About this book
Weeds hold an enigmatic and sometimes-controversial place in agriculture, where they are generally reviled, grudgingly tolerated, and occasionally admired. In most cases, growers make considerable effort to reduce the negative economic impact of weeds because they compete with crops for resources and hinder field operations, thereby affecting crop productivity and quality, and ultimately the sustainability of agriculture. Weed control in production agriculture is commonly achieved through the integration of chemical, biological, and mechanical management methods. Chemicals (herbicides) usually inhibit the growth and establishment of weed plants by interfering with various physiological and biochemical pathways. Biological methods include crop competition, smother crops, rotation crops, and allelopathy, as well as specific insect predators and plant pathogens. Mechanical methods encompass an array of tools from short handled hoes to sophisticated video-guided robotic machines. Integrating these technologies, in order to relieve the negative impacts of weeds on crop production in a way that allows growers to optimize profits and preserve human health and the environment, is the science of weed management.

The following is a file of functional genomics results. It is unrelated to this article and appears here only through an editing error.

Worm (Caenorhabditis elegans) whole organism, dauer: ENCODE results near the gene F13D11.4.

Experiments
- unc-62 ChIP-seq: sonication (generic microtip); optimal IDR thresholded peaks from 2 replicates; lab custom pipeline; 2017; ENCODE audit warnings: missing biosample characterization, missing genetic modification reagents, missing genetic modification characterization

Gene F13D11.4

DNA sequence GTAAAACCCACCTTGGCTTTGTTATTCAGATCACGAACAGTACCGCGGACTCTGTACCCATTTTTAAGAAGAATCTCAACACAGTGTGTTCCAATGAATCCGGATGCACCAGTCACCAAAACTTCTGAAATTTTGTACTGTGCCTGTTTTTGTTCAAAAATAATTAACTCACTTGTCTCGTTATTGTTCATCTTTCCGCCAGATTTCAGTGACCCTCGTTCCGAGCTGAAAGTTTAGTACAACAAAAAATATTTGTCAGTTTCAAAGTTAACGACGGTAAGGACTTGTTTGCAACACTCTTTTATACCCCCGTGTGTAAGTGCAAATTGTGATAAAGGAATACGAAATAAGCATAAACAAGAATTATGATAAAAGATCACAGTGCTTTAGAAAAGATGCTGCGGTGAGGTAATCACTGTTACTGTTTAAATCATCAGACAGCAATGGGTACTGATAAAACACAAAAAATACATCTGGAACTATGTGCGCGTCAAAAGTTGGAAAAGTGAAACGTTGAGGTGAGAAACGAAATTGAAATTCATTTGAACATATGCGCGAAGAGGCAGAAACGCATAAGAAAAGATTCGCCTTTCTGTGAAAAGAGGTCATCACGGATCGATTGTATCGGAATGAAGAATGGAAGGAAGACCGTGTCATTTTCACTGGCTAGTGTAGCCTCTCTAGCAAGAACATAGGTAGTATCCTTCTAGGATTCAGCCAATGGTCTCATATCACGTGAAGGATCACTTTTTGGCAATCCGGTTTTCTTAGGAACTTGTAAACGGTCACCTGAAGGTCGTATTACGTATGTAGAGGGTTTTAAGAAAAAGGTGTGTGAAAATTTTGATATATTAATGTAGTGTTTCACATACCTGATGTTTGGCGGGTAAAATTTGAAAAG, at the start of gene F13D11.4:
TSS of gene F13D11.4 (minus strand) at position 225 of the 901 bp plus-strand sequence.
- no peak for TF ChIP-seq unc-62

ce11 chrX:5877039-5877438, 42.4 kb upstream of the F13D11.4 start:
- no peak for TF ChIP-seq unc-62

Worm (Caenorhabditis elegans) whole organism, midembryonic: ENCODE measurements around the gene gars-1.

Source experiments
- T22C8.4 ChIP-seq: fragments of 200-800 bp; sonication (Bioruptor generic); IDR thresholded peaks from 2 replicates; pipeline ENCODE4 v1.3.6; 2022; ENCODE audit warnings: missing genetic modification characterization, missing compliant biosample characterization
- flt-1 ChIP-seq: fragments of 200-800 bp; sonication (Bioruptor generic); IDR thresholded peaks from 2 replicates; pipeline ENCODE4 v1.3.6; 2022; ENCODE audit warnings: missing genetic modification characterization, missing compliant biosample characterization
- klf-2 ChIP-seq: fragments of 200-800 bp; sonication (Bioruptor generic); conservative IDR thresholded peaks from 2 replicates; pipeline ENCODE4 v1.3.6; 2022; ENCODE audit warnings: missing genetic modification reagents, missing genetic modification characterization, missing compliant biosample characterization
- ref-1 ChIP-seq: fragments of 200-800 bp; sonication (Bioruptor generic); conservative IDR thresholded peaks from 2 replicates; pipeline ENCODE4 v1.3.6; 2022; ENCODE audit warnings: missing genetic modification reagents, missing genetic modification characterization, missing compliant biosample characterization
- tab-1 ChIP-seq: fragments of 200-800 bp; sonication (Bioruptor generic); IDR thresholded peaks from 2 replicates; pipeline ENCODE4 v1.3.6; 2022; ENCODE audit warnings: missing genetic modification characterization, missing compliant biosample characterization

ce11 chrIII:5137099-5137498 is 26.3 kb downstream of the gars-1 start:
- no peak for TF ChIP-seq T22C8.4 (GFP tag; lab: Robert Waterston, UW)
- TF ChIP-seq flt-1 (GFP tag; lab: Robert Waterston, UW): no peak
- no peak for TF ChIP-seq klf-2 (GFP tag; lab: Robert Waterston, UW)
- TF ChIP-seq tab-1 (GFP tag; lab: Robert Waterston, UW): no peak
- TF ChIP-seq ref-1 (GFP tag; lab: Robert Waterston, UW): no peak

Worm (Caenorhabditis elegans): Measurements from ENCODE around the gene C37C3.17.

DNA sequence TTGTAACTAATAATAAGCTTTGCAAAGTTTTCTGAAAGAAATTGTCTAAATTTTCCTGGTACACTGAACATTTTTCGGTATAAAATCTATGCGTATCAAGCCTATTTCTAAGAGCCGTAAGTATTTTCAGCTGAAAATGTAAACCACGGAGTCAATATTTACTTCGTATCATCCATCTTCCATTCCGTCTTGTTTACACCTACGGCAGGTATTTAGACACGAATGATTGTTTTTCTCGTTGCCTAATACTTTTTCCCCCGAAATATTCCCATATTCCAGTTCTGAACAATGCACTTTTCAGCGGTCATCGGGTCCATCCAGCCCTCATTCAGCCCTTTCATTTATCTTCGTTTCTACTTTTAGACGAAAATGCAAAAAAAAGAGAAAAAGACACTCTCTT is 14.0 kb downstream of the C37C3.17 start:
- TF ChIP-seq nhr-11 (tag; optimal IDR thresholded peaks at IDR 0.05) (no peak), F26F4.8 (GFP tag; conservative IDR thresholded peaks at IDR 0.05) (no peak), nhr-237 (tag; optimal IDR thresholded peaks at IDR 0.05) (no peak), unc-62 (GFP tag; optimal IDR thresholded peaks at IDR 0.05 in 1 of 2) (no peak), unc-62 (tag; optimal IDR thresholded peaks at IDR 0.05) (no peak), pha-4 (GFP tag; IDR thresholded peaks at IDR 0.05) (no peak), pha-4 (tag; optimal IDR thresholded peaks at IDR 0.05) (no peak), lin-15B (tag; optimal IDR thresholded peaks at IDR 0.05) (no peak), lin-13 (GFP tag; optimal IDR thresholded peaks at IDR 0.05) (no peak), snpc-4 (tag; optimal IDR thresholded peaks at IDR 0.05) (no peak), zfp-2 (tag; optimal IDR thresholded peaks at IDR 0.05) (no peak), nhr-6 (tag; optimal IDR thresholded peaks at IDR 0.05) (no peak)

Allelopathy Ecology Pathogen environment evolution molecular aspects physiology plant pathogens quality